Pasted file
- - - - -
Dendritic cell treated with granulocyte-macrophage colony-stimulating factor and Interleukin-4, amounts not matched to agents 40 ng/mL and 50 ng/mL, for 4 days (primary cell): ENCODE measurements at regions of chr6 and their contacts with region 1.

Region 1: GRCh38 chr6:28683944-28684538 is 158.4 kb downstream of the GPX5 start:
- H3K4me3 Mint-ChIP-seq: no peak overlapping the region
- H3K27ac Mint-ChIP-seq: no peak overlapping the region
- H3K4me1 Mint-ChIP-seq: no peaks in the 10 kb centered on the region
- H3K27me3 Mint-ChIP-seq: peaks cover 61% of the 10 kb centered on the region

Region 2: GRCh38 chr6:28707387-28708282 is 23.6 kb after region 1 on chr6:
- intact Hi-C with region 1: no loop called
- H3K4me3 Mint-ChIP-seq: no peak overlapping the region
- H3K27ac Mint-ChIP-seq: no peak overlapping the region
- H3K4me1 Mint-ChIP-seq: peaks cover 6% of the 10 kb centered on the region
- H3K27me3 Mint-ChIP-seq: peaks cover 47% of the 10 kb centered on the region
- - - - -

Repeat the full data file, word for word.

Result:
Dendritic cell treated with granulocyte-macrophage colony-stimulating factor and Interleukin-4, amounts not matched to agents 40 ng/mL and 50 ng/mL, for 4 days (primary cell): ENCODE measurements at regions of chr6 and their contacts with region 1.

Region 1: GRCh38 chr6:28683944-28684538 is 158.4 kb downstream of the GPX5 start:
- H3K4me3 Mint-ChIP-seq: no peak overlapping the region
- H3K27ac Mint-ChIP-seq: no peak overlapping the region
- H3K4me1 Mint-ChIP-seq: no peaks in the 10 kb centered on the region
- H3K27me3 Mint-ChIP-seq: peaks cover 61% of the 10 kb centered on the region

Region 2: GRCh38 chr6:28707387-28708282 is 23.6 kb after region 1 on chr6:
- intact Hi-C with region 1: no loop called
- H3K4me3 Mint-ChIP-seq: no peak overlapping the region
- H3K27ac Mint-ChIP-seq: no peak overlapping the region
- H3K4me1 Mint-ChIP-seq: peaks cover 6% of the 10 kb centered on the region
- H3K27me3 Mint-ChIP-seq: peaks cover 47% of the 10 kb centered on the region